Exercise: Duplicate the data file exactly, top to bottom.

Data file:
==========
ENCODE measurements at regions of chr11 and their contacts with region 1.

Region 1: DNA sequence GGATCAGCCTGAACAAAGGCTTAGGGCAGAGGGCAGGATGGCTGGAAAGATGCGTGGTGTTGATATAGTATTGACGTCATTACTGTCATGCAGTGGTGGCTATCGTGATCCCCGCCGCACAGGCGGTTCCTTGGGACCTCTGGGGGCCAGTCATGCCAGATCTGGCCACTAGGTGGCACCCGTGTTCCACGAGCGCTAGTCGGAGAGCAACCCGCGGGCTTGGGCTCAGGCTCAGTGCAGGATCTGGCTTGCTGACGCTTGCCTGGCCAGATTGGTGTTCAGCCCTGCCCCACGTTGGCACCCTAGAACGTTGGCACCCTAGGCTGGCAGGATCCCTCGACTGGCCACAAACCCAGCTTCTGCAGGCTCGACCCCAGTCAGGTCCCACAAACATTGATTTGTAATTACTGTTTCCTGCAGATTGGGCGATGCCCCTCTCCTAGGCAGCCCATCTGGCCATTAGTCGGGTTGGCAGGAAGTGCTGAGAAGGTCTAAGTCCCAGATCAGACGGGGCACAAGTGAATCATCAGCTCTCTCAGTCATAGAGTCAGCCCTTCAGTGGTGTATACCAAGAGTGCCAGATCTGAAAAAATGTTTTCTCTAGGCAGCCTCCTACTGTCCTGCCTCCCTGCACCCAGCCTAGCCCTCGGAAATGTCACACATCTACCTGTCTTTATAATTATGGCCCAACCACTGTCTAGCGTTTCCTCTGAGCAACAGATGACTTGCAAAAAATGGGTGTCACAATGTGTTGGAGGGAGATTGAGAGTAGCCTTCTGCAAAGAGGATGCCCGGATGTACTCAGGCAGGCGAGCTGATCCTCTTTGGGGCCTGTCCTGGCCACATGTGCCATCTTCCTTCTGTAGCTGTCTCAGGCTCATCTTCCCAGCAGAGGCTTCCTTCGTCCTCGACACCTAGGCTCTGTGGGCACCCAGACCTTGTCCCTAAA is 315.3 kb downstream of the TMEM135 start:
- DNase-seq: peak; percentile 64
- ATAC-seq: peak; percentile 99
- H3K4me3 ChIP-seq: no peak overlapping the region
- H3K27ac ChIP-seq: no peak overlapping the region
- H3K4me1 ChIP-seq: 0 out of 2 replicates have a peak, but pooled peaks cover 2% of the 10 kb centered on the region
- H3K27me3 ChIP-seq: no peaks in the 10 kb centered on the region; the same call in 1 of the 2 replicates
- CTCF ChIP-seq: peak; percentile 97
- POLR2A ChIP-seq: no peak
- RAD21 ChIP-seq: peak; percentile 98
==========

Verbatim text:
ENCODE measurements at regions of chr11 and their contacts with region 1.

Region 1: DNA sequence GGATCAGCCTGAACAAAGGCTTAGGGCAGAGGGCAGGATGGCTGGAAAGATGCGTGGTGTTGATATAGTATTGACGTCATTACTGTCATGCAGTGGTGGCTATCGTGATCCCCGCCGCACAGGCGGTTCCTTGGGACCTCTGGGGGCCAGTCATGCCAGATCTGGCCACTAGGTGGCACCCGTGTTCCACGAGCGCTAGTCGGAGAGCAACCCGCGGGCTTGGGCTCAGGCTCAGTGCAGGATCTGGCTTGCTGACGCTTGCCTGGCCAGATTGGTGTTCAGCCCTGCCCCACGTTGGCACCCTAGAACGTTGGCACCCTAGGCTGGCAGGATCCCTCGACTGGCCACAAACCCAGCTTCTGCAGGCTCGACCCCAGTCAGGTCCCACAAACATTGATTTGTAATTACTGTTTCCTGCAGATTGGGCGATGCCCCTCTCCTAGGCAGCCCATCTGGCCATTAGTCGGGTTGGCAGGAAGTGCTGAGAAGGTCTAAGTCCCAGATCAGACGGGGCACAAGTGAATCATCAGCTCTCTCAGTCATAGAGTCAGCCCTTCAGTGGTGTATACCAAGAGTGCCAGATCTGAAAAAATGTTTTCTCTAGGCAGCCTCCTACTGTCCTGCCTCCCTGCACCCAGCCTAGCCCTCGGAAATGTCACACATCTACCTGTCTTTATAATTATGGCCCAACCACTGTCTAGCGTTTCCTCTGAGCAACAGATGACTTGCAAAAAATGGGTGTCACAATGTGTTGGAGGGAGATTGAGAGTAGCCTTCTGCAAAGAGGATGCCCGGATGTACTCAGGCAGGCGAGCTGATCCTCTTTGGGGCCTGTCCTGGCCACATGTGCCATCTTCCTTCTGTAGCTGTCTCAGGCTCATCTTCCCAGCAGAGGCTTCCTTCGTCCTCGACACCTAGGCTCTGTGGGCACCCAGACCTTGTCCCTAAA is 315.3 kb downstream of the TMEM135 start:
- DNase-seq: peak; percentile 64
- ATAC-seq: peak; percentile 99
- H3K4me3 ChIP-seq: no peak overlapping the region
- H3K27ac ChIP-seq: no peak overlapping the region
- H3K4me1 ChIP-seq: 0 out of 2 replicates have a peak, but pooled peaks cover 2% of the 10 kb centered on the region
- H3K27me3 ChIP-seq: no peaks in the 10 kb centered on the region; the same call in 1 of the 2 replicates
- CTCF ChIP-seq: peak; percentile 97
- POLR2A ChIP-seq: no peak
- RAD21 ChIP-seq: peak; percentile 98